The following is the text from the talk I gave at METRO’s Annual Conference held this year on January 11, 2017. This talk was part of the panel “Getting More Out of (and Into) Your Collections Management System.”
Hi, thank you all for joining us today. All of the speakers today are from the Rockefeller Archive Center. The RAC is an independent operating foundation that preserves and makes available for research the archival collections of members of the Rockefeller family, institutions and organizations founded by Rockefeller family members, and other philanthropic organizations like the Ford Foundation or the Commonwealth Fund. We’re fully staff at about 45 employees, and while we have two full-time IT professionals, they are not developers. We currently have no developers on staff, and everyone speaking today comes from a traditional archival background and didn’t have previous development experience outside of graduate school. We do have a small three-person Digital Projects team who assists with technological and digital projects around the Archive Center.
Amy Berish is an Assistant Archivist and a member of the Processing team. Aside from processing incoming collections, she also contributes to various digital projects. Amy holds a Masters in Library and Information Science from the University of Pittsburgh.
Bonnie Gordon is an assistant digital archivist in the Digital Program Team, where she supports archivists across departments in their work with born digital materials and digital preservation. She received her Master’s in Archives and Public History from New York University.
Julia Welby is an Assistant Archivist on the Collections Management team. Her primary responsibilities include overseeing the accessioning of all incoming material regardless of format and preserving at risk materials. She holds a MA in Social Science from the University of Chicago.
And I’m Patrick, I’m a Digital Archivist on the Digital Program Team and I graduated from the University of Michigan with a Master’s of Science in Information.
We’ll primarily be talking about our work with ArchivesSpace, our current Collection Management System. We migrated all of our data from Archivists Toolkit, and now use ArchivesSpace for almost all aspects of the archival process, from creating finding aids to recording accessions. This is an ArchivesSpace-driven presentation, but most of the lessons we’ve learned throughout the process of working together can’t be applied to other systems or workflows.
I’d like to take a few minutes to briefly cover APIs before we get to the real meat of our presentations, because ArchivesSpace’s API is really what made all of our work easier and jumpstarted a lot of changes in our data quality.
API stands for Application Programming Interface, and they basically define different ways to communicate with various software components.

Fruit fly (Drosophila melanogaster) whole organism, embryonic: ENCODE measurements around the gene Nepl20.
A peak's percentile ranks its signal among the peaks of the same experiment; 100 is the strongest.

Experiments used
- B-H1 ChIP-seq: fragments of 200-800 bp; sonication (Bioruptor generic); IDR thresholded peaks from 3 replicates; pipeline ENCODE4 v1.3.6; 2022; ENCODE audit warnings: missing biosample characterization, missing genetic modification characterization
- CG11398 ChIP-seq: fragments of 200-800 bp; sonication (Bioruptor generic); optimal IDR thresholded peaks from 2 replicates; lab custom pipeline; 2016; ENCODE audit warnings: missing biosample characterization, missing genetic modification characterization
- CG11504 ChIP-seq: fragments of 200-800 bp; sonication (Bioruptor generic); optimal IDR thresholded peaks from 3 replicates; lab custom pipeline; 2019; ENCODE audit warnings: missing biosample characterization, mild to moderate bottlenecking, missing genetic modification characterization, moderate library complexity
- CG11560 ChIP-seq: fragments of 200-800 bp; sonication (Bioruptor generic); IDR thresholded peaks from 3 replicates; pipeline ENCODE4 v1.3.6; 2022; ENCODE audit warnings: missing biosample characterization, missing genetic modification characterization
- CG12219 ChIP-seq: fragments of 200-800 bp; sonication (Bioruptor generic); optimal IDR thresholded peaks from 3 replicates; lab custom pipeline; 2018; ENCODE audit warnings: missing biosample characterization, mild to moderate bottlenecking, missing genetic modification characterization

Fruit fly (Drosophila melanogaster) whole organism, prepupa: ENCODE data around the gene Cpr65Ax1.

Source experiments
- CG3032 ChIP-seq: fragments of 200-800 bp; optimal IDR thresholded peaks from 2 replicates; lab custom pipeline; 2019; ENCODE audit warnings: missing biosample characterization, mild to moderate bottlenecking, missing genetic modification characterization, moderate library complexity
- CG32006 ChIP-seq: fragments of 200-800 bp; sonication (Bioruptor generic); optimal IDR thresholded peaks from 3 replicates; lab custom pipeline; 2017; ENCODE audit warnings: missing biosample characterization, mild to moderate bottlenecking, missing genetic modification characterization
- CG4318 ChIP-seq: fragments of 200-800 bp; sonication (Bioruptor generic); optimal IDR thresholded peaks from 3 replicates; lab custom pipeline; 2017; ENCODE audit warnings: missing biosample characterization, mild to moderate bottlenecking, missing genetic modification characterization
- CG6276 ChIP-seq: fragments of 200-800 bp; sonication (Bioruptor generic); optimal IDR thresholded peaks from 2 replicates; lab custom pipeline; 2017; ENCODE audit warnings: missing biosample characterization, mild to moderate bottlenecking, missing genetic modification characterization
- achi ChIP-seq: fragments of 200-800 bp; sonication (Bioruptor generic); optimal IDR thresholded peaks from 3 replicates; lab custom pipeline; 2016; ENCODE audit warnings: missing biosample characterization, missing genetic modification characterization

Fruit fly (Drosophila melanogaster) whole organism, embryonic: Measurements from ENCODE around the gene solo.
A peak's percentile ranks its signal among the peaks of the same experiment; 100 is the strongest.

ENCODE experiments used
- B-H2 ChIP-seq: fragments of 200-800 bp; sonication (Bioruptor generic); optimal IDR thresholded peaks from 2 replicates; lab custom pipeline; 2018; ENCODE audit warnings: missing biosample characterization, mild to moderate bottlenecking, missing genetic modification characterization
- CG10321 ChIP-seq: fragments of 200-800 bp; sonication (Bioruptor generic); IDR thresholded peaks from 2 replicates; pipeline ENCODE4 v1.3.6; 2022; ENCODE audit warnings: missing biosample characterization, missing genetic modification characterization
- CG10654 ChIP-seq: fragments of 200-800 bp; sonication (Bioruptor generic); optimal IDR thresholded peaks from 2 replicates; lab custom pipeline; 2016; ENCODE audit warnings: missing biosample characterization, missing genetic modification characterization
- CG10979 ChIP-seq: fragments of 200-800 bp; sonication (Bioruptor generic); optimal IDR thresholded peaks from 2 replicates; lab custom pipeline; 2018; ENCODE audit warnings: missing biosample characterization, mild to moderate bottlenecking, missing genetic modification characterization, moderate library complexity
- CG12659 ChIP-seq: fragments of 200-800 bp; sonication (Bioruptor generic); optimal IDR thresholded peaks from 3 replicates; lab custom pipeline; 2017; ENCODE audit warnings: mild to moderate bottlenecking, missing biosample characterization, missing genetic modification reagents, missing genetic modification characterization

ArchivesSpace specifically uses a RESTful API, which allows a requesting system, in this case ArchivesSpace, to access and manipulate textual representations of webpages. The REST interface uses common HTTP requests (GET, PUT, UPDATE, DELETE) to return structured data, JSON in this case.
You can use your command line, another tool like Postman, a script, or an entirely separate application to make calls against ArchivesSpace’s API. What this means is that you can pull collection information from AS to another system, update mass amounts of data, or automate tasks, all without ever opening the ArchivesSpace interface or touching its backend database.
So, this is just a quick example of some of the structured JSON data that ArchivesSpace’s API returns when you send a simple get request against an Archival Object. This may look pretty technical and scary, but it’s pretty easy to read once you get used to the syntax.
Everything that you could hand enter into ArchivesSpace, can be retrieved through a GET request. Here, you can see the title as “Correspondence”, the display string is “Correspondence, 2000 – 2016”, and that the language is English.
ArchivesSpace’s REST API has a documented request syntax for each section of the application, and using it can reveal almost anything in the system’s backend database.
So why is this so cool? Well, in the past with Archivists Toolkit, if you wanted to systematically change every Access Restrictions note from A to B, you’d have to fiddle around with the database directly, risking the chance of compromising your data, or messing up database integrity.
Now, it’s super easy to pull data from ArchivesSpace, make changes, and push those changes back without worrying that you’re going to damage your database.
Additionally, as our presentations will go into, APIs make systems customizations, plugins, or integrations much easier. With a well-created API, a system opens itself up and makes your data way more inter-operable.
Thanks for listening to me signpost and talk about APIs for a couple of minutes, but it’s time for the real cool stuff to start.
Amy Berish will start talking about DACSpace, and her foray into making our finding aids more DACS-compliant.